The story of an orphan girl, brought up in naive, rustic innocence by an elderly relative, who is suddenly exposed to the brutality, greed and deceptiveness of the outside world, when her grandmother dies.
To satisfy her lover's fetish for tattooed women, Akane agrees to have her body covered in eloborate tattoos by Kyogoro, an old craftsman. Kyogoro has developed a special technique, by ... See full summary »
A rich merchant gives his clerk an I.O.U. instead of wages. When the impoverished clerk presents the paper to the merchant at the agreed upon time asking for payment, the man flies into a ... See full summary »
A mysterious tattoo artist puts his masterpiece, a human-faced spider, on a kidnapped woman's back. She and her lover are then forced into a conspiracy-born nightmare, where they face the danger of becoming the very evil they seek to escape. With each new bloody incident, the spider's face seems to redden with ever-growing hunger... Written by
One reason why Japanese films are my favorite is because they seamlessly mix art and entertainment. While mainstream American films focus too much on the latter, producing mostly fun but forgettable flicks, and Russia, for instance, is known for tediously known snoozefests, with Europe being mostly hit-or-miss and the Chinese film industry being contaminated by propaganda, Japan has an immensely diverse cinematic tradition with countless gems like this one. Yasuzo Masumura's Irezumi (Tattoo), may not carry a strong underlying moral or a message, but instead the beauty lies in its mood and style, perfectly balancing the line between seductiveness and dark violence.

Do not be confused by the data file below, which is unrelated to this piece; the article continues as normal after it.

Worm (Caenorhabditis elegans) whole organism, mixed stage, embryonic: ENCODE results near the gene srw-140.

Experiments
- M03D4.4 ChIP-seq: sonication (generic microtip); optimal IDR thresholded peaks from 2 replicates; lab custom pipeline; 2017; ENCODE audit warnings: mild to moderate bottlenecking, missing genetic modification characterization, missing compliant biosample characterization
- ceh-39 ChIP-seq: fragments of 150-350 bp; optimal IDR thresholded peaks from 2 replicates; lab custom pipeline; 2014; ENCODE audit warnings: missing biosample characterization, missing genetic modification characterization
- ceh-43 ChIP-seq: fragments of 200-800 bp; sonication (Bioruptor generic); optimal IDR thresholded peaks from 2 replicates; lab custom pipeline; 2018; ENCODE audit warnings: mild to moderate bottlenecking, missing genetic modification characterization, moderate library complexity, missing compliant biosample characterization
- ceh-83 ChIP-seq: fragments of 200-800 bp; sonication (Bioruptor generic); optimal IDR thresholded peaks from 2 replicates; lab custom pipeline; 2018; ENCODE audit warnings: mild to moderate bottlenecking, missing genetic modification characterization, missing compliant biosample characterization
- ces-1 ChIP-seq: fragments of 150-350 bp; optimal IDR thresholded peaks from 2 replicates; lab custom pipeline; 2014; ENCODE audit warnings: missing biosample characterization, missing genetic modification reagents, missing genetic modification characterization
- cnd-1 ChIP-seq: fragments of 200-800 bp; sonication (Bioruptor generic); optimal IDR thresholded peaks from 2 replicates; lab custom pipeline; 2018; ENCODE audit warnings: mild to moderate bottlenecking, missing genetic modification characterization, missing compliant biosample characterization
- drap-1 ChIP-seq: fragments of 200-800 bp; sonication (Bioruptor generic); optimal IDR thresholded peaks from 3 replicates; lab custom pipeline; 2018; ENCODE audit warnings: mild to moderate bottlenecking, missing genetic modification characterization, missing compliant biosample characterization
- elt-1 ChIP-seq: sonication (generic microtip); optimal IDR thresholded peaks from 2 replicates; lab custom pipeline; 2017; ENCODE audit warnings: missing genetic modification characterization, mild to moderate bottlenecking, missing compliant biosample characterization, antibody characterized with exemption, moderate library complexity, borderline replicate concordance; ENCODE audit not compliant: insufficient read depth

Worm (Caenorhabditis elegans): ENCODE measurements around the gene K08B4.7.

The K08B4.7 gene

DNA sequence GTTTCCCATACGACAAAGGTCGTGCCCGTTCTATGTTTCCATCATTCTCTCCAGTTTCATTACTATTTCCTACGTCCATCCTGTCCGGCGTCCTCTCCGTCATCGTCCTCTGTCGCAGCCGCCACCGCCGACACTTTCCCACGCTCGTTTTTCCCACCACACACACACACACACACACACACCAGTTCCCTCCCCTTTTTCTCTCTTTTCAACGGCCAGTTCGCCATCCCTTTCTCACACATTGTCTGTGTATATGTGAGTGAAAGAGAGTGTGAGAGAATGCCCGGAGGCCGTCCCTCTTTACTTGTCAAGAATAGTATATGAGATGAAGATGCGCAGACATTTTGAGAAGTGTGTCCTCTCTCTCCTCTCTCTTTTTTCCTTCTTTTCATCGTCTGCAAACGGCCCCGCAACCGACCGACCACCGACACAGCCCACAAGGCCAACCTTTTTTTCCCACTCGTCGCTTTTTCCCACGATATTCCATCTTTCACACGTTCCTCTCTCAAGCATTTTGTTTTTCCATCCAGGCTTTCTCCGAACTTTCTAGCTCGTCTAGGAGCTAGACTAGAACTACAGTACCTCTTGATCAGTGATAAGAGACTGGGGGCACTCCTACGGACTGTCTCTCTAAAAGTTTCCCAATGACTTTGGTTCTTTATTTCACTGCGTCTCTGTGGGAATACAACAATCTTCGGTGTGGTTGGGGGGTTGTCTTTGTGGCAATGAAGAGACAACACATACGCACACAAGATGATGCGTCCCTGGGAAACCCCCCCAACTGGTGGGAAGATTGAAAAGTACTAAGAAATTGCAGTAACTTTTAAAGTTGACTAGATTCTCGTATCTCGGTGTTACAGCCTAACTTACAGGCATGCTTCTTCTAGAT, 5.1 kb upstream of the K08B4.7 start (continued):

It's based on the novel by Jun'ichiro Tanizaki, who also wrote the literary basis for Masumura's slightly more famous film Manji. Irezumi is scripted by Kaneto Shindo (director of Onibaba and Kuroneko) and stars Masumura's muse Ayako Wakao, in one of their many, many collaborations. This is essentially a revenge tale with some erotic undertones and acting which ranges from excellent to downright cheesy. Another thing about it that's a bit uneven are the murder sequences, some of which are badly put together, while the others are truly painful, bloody and disturbing as it's intended.
The main character is a morally ambiguous femme fatale who gets kidnapped into geishahood and gets a tattoo of a tarantula with a human face tattooed on her back (it's worth noting that the Japanese word for tarantula is jorogumo, joro standing for "prostitute", as both Wakao's characters and tarantulas are bloodthirsty). The Shakespearean romantic story and the increasingly dark atmosphere wonderfully come together in the film's striking climax. The cinematography is wonderfully realized, but hurt by the foggy print quality. The movie is really begging to be restored.
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